_{sym }correspond to operators that effect a unique crystallographic symmetry rotation and translation respectively.

[0034]
We note that the a
_{lmn }coefficients in the above summations are complex numbers (i.e. a
_{lmn}=a
_{lmn}e
^{iα} _{lmn}) when m≠0. Since the Fourier transform is a linear transformation and since the basis functions have a finite range, the Fourier transform of this summation is the summation of the Fourier transforms of each of the components.
$\begin{array}{cc}\begin{array}{c}{F}_{\mathrm{unit}\ue89e\text{\hspace{1em}}\ue89e\mathrm{cell}}\ue8a0\left(\mathrm{hkl}\right)={\Sigma}_{\mathrm{lmn}}\left{a}_{\mathrm{lmn}}\right{F}_{\mathrm{solo}}^{\mathrm{lmn}}\ue8a0\left({x}_{o},{\alpha}_{\mathrm{lmn}};r,\phi ,\theta \right)\\ ={\Sigma}_{\mathrm{lmn}}\ue89e{\Sigma}_{\mathrm{sym}}\left{a}_{\mathrm{lmn}}\right{T}^{\mathrm{lmn}}\ue8a0\left({x}_{o},{\left({\alpha}_{\mathrm{lmn}};\Re \right)}_{\mathrm{sym}}^{T}\ue89e{\hspace{0.17em}}^{x}\ue89eh\right)\\ ={\Sigma}_{\mathrm{lmn}}\ue89e{\Sigma}_{\mathrm{sym}}\left{a}_{\mathrm{lmn}}\right{T}^{\mathrm{lmn}}\ue8a0\left({\left({\alpha}_{\mathrm{lmn}};\Re \right)}_{\mathrm{sym}}^{T}\ue89e{\hspace{0.17em}}^{x}\ue89eh\right)\ue89e{\uf74d}^{{2}_{\pi}\ue89e{i}_{\left(h\xb7{\Re}_{\mathrm{sym}}^{x}\ue89e\mathrm{xo}+k*{t}_{\mathrm{sym}}\right)}}\end{array}\hspace{1em}& \left(2\right)\end{array}$

[0035]
Analytical expressions for the Fourier transforms of each of the component basis functions are known (Friedman, 1998; Crowther, 19xx; Dodson, 19xx), and thus one may construct a Fourier space combined basis function that represents a unit cell's worth of orthogonal basis functions. The numerical values of the SHSB basis functions were calculated by a robust recursion formula (ref) for which the m index varied the most slowly. This recursion is particularly convenient for this application because it permitted all α_{lmn }coefficients with restricted phase values (m=0) to be calculated before α_{lmn }coefficients with less restricted phase value.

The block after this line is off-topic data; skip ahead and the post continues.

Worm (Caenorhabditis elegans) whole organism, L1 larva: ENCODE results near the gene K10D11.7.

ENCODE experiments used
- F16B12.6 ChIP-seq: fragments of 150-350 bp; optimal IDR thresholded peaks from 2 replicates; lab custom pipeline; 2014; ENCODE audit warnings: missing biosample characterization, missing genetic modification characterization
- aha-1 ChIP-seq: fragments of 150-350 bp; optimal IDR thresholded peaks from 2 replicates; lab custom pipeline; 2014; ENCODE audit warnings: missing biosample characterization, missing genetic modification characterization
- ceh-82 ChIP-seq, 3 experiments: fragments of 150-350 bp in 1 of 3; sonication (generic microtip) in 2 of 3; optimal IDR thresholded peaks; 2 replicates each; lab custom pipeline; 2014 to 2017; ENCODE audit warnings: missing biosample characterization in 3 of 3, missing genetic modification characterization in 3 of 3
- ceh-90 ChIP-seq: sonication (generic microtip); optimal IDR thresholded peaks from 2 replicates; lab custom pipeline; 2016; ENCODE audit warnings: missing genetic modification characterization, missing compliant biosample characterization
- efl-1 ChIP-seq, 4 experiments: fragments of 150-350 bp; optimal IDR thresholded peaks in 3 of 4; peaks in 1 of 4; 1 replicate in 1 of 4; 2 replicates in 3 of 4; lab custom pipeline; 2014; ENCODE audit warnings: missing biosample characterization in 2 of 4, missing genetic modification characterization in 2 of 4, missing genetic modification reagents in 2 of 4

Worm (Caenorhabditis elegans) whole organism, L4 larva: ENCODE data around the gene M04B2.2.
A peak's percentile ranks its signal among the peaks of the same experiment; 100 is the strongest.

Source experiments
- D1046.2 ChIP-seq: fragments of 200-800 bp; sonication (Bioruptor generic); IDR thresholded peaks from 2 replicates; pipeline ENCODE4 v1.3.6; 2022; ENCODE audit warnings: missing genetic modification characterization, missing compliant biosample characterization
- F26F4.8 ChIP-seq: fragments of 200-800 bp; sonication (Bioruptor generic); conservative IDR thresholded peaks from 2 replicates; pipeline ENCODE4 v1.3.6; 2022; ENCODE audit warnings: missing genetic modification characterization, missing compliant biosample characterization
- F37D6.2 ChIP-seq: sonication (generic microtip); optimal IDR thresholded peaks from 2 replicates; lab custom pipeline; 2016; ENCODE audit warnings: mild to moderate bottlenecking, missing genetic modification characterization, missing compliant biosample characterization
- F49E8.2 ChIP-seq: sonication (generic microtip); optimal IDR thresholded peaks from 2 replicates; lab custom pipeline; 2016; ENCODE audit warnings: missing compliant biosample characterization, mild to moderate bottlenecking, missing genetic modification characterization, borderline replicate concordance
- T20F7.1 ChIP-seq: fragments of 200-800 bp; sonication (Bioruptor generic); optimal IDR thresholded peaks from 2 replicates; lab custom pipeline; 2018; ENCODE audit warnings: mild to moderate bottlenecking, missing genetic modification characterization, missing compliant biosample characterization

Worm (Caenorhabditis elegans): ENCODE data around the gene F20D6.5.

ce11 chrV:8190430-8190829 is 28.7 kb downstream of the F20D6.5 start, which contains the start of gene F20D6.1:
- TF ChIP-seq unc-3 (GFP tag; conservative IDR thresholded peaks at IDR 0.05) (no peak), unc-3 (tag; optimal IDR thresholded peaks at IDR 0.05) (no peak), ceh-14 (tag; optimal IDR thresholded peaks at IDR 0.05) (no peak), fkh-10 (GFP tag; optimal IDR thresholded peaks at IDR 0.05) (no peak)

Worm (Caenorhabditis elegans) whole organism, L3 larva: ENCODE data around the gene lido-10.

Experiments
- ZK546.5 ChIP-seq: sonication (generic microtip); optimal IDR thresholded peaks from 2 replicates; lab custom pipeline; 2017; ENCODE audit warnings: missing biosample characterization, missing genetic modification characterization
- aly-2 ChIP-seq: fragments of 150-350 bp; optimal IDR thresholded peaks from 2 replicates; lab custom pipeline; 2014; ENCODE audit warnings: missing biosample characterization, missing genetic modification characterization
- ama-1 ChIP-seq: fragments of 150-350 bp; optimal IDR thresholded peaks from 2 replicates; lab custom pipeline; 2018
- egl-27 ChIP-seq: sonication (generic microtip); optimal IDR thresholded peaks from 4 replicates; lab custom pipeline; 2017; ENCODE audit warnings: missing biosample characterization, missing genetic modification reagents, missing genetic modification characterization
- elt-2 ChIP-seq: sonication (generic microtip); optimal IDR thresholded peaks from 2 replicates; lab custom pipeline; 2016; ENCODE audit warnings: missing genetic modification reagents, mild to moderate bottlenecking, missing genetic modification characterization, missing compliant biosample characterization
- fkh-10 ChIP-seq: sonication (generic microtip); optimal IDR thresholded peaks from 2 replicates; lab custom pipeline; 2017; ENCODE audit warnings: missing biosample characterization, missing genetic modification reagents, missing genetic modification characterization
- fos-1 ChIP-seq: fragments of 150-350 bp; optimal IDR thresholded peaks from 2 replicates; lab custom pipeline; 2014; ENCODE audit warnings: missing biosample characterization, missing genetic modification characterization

[0036]
Estimation of SHSB Coefficients and Refinement of the Orthogonal Model:

[0037]
The Fourier space full unit cell basis function, F
_{solo} ^{lmn}(α
_{lmn}; hkl) (FIG. 2), corresponds to the phased, Fourier space representation of a unit cell that has been filled with nonoverlapping SHSB basis functions, S
_{mono} ^{lmn}(x
_{o}, α
_{lmn}; r,φ,θ), that are related by crystallographic rotational and translation symmetry. The choice of this class of basis function combined with the required absence of overlap between adjacent component real space SHSB basis functions, S
_{mono} ^{lmn }leads to orthonormality of the S
_{solo} ^{lmn}:
$\begin{array}{cc}{\int}_{\mathrm{unit}\ue89e\text{\hspace{1em}}\ue89e\mathrm{cell}}\ue89e\uf74c{{\mathrm{VS}}_{\mathrm{solo}}^{*}}^{\mathrm{lmn}}\ue89e{S}_{\mathrm{solo}}^{l,{m}^{\prime},{n}^{\prime}}=[\begin{array}{cc}{N}_{\mathrm{sym}},& \mathrm{if}\ue89e\text{\hspace{1em}}\ue89el={l}^{\prime},m={m}^{\prime},n={n}^{\prime}\\ 0,& \mathrm{otherwise}\end{array}& \left(4\right)\end{array}$

[0038]
That each corresponding Fourier space component function, F_{solo} ^{lmn}(hkl), is also orthonormal in the same sense follows from Parseval's theorem, which equates integrals of functions in real space to the integrals of their Fourier space functional representations. The scale factor that we want, corresponding to the scale of the experimental unit cell to a union of nonoverlapping component functions, would be a summation over direct space of the point by point product between S_{solo} ^{lmn }(the union of direct space basis functions S_{monomer} ^{lmn}) and the unknown crystallographic electron density. This is equivalent, within a sign, to the value of direct space convolution product at the single translation point t_{0}=(0,0,0). It therefore follows, from the convolution theorem, that the amplitude of the desired a, coefficient is equal to the inverse Fourier transform of the point by point Fourier space product, but only at the position x=(0,0,0). To obtain this value of the direct t space convolution product at the direct space position, x=(0,0,0), the Fourier kernel becomes equal to one and thus direct summation of the point by point product in Fourier space equals that in direct space. Unfortunately, an exact determination of α_{lmn }requires prior knowledge of the phases of the Fourier space structure factors for the experimental electron density that is being expanded, because complex values must be used in the point by point Fourier space product. Thus, starting from diffraction amplitudes, the complex values of the coefficients a_{lmn }may at best only be obtained by successive approximation.